Clarie Danes, on the other hand, had done numerous dramatic roles in the past, I just felt while watching her performance that this was just another role to add to her massive collection of roles. I loved Clarie Danes in Little Women and My So-Called Life but for me, she doesn’t speak that she should be Juliet although, she managed to pull the part off it just wasn’t to the same caliber as Leonardo.

This is adaptation is ranked as number 2 for me on the best adaptations of Romeo and Juliet. Tomorrow, I will talk about Disney’s version of Romeo and Juliet (yes, they did a version and it might surprise as to which film is considered as Romeo and Juliet).

Writer’s First Source: Romantic Comedies

Happy Wednesday! You know what that means it’s Writer’s First Source Wednesday and for this addition and keeping up with our Romance theme for the month, we are going to be talking about romantic comedies. I know that these type of films usually get labeled as chick-flicks but there is something to them, especially if they are done right as far as the mixture of the comedy and the romance. The one mast to romantic comedies was Peter Marshall.

Pere Marshall directed Pretty Women and Runaway Bride. He also directed The Princess Diaries, which in a way has some of the romantic comedy elements in it, even though, it is more of a coming out story it still has some romance in it.  The other biggest romantic comedy of all time in terms of box numbers was My Big Fat Greek Wedding.

My Big Fat Greek Wedding is humorous and light and at the end, she gets the man of her dreams while dealing with her rather large, greek family. Granted, the sequel nor the television series panned out as well as the movie but still, the movie set the bar.

When looking for romantic comedies to use as inspiration for your writing, the key is that you want to look for films that set the bar at the time that they were made. They are films that we go to over and over again. Another one that I’m going bring up even though it is geared more towards young adults but can still be enjoyed by adult audiences is Ten Things That I Hate About You.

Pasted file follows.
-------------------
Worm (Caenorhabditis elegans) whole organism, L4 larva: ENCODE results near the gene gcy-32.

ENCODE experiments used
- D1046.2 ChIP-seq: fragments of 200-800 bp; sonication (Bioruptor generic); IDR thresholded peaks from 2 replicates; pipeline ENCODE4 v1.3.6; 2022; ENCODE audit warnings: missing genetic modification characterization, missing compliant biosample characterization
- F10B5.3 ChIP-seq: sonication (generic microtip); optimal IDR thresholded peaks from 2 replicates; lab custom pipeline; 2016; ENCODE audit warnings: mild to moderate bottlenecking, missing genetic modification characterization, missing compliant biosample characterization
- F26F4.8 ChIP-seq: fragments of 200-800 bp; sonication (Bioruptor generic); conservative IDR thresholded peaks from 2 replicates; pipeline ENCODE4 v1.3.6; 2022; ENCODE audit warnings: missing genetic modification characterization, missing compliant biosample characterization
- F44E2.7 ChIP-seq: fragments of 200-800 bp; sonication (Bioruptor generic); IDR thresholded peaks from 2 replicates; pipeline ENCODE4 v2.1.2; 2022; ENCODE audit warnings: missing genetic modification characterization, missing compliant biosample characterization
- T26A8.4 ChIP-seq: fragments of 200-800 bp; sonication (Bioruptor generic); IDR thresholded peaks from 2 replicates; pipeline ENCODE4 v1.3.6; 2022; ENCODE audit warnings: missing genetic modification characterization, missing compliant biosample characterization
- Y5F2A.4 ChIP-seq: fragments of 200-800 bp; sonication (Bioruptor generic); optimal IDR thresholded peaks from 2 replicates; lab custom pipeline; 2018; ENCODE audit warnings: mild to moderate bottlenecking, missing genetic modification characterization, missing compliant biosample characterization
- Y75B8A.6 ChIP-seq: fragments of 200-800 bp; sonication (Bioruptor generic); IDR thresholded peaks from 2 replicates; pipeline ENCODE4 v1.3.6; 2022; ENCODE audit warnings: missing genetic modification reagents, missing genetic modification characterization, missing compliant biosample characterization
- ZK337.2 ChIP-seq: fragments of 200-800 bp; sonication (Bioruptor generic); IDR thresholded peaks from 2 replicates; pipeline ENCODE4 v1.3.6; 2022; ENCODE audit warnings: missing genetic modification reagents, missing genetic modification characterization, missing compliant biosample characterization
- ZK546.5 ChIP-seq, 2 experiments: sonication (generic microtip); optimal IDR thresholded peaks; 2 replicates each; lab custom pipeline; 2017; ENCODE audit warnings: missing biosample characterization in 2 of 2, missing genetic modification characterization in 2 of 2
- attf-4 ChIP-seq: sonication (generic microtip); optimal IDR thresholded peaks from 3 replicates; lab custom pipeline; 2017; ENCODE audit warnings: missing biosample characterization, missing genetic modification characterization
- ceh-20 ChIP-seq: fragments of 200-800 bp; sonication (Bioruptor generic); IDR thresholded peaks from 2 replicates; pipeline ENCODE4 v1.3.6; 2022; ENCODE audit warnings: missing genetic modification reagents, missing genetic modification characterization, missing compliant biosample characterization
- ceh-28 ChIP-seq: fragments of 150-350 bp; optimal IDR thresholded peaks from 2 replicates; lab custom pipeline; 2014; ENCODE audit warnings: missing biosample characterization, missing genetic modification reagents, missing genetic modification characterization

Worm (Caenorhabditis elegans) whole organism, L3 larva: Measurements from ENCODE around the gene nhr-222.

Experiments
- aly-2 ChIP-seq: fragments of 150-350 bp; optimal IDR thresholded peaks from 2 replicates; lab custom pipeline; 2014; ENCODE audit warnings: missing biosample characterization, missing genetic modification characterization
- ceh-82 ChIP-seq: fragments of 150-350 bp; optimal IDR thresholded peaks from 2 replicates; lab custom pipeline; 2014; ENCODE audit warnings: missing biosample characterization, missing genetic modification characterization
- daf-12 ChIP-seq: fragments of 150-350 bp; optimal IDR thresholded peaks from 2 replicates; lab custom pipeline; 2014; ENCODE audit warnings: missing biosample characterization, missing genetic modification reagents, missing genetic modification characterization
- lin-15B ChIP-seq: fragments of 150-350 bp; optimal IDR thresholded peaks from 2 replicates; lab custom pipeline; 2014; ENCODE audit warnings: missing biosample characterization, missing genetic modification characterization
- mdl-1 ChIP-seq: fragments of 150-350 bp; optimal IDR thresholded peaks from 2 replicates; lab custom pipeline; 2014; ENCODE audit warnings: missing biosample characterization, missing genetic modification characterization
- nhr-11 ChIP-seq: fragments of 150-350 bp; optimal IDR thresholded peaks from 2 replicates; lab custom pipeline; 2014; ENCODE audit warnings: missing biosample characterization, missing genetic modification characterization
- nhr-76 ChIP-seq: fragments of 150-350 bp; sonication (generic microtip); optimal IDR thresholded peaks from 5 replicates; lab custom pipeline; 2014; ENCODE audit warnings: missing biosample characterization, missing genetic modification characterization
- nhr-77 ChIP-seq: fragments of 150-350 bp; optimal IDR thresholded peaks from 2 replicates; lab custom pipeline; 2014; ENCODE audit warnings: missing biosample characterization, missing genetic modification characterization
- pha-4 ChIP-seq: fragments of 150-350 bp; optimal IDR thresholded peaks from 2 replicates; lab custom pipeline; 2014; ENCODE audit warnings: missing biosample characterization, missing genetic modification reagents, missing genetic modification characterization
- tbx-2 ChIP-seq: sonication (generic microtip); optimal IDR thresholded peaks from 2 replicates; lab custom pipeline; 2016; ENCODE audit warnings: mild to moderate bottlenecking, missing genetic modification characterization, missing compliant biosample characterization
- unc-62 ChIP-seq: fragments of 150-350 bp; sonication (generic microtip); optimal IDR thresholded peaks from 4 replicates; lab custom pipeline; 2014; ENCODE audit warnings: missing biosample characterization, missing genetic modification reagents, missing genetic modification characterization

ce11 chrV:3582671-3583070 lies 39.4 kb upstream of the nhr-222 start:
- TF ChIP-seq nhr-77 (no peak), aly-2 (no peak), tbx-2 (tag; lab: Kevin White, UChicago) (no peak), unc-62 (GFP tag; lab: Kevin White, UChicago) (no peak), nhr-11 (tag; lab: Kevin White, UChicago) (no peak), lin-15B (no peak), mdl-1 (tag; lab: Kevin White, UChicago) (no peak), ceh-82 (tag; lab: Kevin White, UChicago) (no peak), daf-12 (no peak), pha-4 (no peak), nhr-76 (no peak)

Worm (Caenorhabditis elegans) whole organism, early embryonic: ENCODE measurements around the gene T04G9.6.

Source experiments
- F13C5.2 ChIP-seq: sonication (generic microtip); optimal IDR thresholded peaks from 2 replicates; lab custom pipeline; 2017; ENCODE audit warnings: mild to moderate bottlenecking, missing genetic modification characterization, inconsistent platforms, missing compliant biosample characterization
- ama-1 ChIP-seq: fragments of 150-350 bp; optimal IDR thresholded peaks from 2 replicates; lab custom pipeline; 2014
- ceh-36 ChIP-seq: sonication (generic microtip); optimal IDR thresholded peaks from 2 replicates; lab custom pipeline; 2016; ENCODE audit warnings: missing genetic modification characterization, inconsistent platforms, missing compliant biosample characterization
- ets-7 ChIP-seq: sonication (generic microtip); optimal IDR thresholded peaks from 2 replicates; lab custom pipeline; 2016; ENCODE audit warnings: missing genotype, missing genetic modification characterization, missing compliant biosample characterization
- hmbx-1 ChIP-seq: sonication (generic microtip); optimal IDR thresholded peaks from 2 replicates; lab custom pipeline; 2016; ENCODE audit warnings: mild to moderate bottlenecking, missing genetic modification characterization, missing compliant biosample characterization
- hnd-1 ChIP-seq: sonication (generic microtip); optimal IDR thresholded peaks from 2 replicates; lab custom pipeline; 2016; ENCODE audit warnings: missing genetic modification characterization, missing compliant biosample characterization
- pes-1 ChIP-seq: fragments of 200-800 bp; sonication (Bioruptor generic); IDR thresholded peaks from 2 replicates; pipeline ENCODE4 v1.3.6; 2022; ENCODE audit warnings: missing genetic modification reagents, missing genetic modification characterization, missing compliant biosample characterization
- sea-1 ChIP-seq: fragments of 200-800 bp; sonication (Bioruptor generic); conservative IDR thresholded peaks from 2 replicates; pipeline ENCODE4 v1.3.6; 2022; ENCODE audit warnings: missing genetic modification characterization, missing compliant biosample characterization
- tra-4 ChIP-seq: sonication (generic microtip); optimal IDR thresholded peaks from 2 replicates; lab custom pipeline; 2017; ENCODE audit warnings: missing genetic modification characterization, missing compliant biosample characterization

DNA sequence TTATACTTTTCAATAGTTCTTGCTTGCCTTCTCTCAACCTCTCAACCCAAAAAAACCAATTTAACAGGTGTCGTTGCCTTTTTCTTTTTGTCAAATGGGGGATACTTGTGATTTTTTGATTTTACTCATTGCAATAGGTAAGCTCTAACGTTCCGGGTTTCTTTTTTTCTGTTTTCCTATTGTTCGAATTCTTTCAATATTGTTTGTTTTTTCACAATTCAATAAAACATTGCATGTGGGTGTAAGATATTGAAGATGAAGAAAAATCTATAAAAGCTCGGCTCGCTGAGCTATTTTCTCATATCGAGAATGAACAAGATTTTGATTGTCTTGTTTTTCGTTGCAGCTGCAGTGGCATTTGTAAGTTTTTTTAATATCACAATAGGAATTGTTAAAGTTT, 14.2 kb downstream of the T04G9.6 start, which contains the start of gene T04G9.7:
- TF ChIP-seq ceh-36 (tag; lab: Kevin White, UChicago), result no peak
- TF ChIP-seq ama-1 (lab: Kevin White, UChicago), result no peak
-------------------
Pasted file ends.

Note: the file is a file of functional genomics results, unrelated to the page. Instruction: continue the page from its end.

Before you downgrade it for being another Shakespeare adaptation let me start by saying yes, it’s another Shakespeare adaptation. I admit it that it is an adaptation of Taming of the Shrew but this film is still relevant for today’s audiences and it does on numerous occasions makes fun that Shakespeare is definitely apart of this film. I recommend this film not just because it’s Shakespeare but because it shows how you can laugh about high school and all the different groups that were in high school that we hated while seeing two unlikely characters go for one another and in the end up together and the poem at the end is also beautiful and well written.

I would suggest make a list of 10 romantic comedies that you have seen over and over again and list out why you come back to them and how you can use some of the methods for your writing it’s a fun little exercise.

West Side Story (1961)

During the course of this week, we are talking about adaptations of Romeo and Juliet, and we continue the discussion by talking about West Side Story. West Side Story changed a few things from our the original telling such as instead of fair Verona where we lay our scene we are placed in New York.

Granted, also when we look at Romeo and Juliet we are as writers never told why the Capulets and the Montagues are fighting, whereas in West Side Story we are given a true reason for why the two groups (Jets and Sharks) are really fighting, which is race. The race between white Americans (Jets) and the immigrated Porterigans (Sharks).